#define ALL_ONES 0xFFFFFFFF

#define ALL_ZERO 0x00000000

77.1.2Comments

Multiline comments

Standard C /*  */ multi-line comments are supported.

Example:

/* this is a begin of a multi-line comment

This is the end */

End of line comments

Double forward-slash characters are interpreted as end of line comments.

Example:

#define SP Supervisor // this is a comment

77.1.3Tokens with Spaces

If a token contains a space, it must be enclosed in double quotes.

Example:

#define SP “Supervisor Data” // memory space name contains a whitespace and must be enclosed in quotes

77.2Item Types

Write Item

A write item causes a target location to be written.

Syntax:

<destination> [memory area:]<address> <size> <data> [number of repeats]

<destination> = S | A | R

 S        memory location, address offset is used

 A        memory location, absolute addresses

 R        core register

[memory area:]

Memory area specifies the name of the CPU’s memory space where the write is performed.

The string specifying the area is CPU specific. For applicable values see end of this section.

This parameter is optional. If omitted, the default SFR memory space is used.

<address> = <literal> | <register name>

 <literal> = C number syntax literal

 <register name> = name of the register as displayed in the SFR window

<size> = B | W | L

 B        8-bit width

 W        16-bit width

 L        32-bit width

<data> = C number syntax literal

[number of repeats]

Number of repeats is an optional parameter used for block writes, which specifies the number of times the data is written.

Note: L size data repeated 5 times, writes 20 bytes.

Examples:


S DEC L 0xFFFFFFFF                // initialize DEC register

S 0x40000000 L 0x0 0x4000        // write 16k * 32-bit = 64kB of zeros

R R3 L 0x12345678                // store 0x12345678 in the R3 core register

Modify Item

A modify item reads the memory location specified by the <address> and <size>, modifies the bits specified by <mask> to a <data> value and writes the modified value back to the same memory location.

Syntax:

M [memory area:]<address> <size> <mask> <value>

Where:

[memory area:]

Memory area specifies the name of the CPU’s memory space where the write is performed.

The string specifying the area is CPU specific. For applicable values see end of this section.

This parameter is optional. If omitted, the default SFR memory space is used.

<address> = <literal> | <register name>

 <literal> = Hexadecimal value prefixed with 0x

 <register name> = name of the register as displayed in the SFR window

<size> = B | W | L

 B        8-bit width

 W        16-bit width

 L        32-bit width

<mask> = Hexadecimal value prefixed with 0x, only set bits will be modified

<data> = Hexadecimal value prefixed with 0x

Example:

M 0x200080C4 L 0x00000003 0x00000002

Modifies the last 2 bits of the 32-bit value at 0x200080C4 to b’10’.

Pause Item

Introduces a delay.

Syntax:

P <delay in ms>

Example:

P 100

Inserts a delay of 100ms.

Reset Item

Resets the CPU.

Syntax:

B

Instruction Item

Executes a CPU instruction. No inline assembler is supported – the op-code must be specified in HEX format.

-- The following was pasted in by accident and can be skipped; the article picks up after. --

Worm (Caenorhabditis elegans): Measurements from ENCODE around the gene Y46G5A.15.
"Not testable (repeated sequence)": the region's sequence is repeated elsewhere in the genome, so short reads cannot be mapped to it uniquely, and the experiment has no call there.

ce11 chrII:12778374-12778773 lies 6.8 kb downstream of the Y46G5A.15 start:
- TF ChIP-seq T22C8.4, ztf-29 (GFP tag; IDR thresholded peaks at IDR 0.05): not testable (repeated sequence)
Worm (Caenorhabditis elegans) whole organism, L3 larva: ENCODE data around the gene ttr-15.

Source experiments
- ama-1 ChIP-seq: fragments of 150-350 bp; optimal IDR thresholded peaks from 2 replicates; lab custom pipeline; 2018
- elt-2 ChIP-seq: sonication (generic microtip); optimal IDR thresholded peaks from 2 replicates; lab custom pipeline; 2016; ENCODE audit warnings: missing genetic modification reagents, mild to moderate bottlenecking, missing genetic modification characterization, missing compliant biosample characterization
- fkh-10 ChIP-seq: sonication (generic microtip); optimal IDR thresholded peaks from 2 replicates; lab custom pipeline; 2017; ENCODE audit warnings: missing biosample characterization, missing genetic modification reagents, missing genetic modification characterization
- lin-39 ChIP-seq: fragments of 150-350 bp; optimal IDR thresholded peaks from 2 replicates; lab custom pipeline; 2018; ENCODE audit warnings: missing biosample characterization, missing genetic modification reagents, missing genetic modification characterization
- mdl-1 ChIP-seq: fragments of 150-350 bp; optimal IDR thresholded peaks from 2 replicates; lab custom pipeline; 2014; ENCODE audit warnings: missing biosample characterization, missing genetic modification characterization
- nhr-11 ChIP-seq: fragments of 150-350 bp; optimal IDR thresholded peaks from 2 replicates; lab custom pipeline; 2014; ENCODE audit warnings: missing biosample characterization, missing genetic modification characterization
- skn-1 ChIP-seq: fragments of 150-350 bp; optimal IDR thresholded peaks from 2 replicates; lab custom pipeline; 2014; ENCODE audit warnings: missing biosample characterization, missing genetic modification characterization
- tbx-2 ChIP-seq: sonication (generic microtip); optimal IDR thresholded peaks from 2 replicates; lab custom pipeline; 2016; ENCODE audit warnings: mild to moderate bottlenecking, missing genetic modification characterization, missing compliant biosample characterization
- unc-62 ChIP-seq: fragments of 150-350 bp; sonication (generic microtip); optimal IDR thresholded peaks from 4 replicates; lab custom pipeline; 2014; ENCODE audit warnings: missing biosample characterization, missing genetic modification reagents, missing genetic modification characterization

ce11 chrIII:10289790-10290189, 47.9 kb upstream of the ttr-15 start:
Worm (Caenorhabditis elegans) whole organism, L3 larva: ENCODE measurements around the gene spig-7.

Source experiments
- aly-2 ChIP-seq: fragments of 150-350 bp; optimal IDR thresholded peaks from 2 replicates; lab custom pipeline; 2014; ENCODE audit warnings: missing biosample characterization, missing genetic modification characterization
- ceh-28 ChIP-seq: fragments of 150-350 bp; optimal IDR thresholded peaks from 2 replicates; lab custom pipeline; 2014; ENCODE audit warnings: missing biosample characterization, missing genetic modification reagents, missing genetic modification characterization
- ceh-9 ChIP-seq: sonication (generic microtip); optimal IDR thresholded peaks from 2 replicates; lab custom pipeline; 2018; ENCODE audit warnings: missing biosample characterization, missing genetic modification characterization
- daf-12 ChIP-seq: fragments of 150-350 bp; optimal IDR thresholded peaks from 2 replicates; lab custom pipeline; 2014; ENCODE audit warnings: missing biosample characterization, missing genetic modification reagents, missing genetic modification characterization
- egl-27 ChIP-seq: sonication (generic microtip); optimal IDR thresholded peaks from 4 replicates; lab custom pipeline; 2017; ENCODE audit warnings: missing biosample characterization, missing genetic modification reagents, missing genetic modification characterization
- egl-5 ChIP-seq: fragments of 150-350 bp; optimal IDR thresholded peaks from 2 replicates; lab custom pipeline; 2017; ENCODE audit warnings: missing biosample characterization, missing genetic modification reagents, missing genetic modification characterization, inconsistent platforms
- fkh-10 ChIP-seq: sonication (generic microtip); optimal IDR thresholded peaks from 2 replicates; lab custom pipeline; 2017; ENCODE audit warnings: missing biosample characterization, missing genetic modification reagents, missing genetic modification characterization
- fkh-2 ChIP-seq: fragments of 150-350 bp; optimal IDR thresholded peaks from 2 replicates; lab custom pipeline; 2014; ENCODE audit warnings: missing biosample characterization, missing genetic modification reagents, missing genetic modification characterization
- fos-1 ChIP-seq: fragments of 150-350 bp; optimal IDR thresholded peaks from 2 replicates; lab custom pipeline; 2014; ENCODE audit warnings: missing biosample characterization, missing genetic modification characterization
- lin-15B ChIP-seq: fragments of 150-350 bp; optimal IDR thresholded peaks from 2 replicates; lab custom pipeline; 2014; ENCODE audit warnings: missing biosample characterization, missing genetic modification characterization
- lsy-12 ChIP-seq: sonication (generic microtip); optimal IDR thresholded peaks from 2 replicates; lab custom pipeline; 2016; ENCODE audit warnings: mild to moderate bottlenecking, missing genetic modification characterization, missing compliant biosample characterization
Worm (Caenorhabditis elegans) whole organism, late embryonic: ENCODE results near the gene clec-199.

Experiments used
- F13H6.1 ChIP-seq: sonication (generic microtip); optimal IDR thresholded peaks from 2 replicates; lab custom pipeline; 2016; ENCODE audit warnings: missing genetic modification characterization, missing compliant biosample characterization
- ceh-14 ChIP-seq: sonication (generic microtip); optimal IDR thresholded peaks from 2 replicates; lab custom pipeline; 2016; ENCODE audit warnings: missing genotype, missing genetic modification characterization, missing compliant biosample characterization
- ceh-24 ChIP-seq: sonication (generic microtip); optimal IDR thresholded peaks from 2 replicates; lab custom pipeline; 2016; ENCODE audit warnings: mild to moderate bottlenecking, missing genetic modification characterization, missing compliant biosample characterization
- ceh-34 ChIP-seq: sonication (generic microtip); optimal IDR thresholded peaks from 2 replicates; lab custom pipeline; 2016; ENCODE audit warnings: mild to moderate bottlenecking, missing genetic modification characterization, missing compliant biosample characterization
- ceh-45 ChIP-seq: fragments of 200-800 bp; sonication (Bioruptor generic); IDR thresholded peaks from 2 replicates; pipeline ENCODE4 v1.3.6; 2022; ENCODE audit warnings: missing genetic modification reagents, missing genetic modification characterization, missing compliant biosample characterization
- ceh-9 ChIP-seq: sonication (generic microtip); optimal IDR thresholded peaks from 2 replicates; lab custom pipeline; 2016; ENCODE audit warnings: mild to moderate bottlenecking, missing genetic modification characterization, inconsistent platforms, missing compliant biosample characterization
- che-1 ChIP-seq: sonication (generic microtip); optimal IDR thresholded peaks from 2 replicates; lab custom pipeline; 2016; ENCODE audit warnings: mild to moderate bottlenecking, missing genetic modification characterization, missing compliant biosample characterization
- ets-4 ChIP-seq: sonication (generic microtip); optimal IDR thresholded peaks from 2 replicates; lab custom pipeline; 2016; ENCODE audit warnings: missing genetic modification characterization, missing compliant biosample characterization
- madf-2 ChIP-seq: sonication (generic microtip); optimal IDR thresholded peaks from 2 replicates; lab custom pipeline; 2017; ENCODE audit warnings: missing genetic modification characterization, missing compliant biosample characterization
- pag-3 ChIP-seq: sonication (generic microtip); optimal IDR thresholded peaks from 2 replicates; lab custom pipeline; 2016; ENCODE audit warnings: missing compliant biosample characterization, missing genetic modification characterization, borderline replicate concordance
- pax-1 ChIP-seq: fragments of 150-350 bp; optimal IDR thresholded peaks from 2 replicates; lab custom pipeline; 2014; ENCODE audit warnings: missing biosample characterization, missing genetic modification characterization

Syntax:

I <op-code as HEX literal>

Example:

I 7C0007A4  // tlbwe

Executes the 7C0007A4 opcode.

Poll Item

Polls a memory location until a specified bit is set.

Syntax:

<source> [memory area:]<address> <size> <data> <mask> <timeout>

<source> = C | D

 C        memory location, address offset is used

 D        memory location, absolute addresses

[memory area:]

See Write Item.

<address>

See Write Item.

<size>

See Write Item.

<data>

See Write Item.

<mask>

Same format as <data>. winIDEA will repeat memory reads while:

(mem(address) & mask) != data


<timeout>

Time in milliseconds to wait for completion.

Example:

C 0xE01FC084 W 0x200F 0xF0FF 500

reads 16 bit words from address E01FC084 for 500 ms, or until the read value is 2x0F

Copy Item

Reads value from some address and writes it to some other address.

Syntax:

X [memory area:]<source address> <size> [memory area:]<destination address>

[memory area:]

See Write Item.        

<source address> <destination address>

See  Write Item <address>.

<size>

See Write Item.


77.3Memory Spaces

These architectures support multiple memory spaces. On other architectures (not listed below) the memory space can be omitted.

CPU

Memory Areas

8051

CODE             BankIDATA

DATA             EDATA  

IDATA            HDATA  

BDATA            EEPROM  

XDATA            PHYSICAL

PDATA            SFR    

196

CODE             REGISTER

DATA    

251

Physical         IDATA  

Register         BDATA  

SFR              XDATA  

CODE             PDATA  

DATA             DATAB  

Z180

Physical         Logical

IO    

Z80, 8085, x86

Physical         IO    

HC12/HCS12/S12X

Logical          Linear

Bank  

HC16

Data             Program

68k

Program          Supervisor Program

Data             Supervisor Data                

User Program     CPU Space        

User Data        

XC166/XC2000

Physical         BDATA  

Logical

TriCore

Physical  

Virtual

MCORE

Physical         User      

Supervisor

PowerPC

Virtual          SPR    

Physical         DCR    

TLB    

ARM

Physical         Coprocessor

Virtual  

CoolRISC

Program          AS ID

Data  

V850

Physical         Host    

ARC

Physical         AUX Regs

78k

Physical         ER      



Disclaimer: iSYSTEM assumes no responsibility for any errors which may appear in this document, reserves the right to change devices or specifications detailed herein at any time without notice, and does not make any commitment to update the information herein.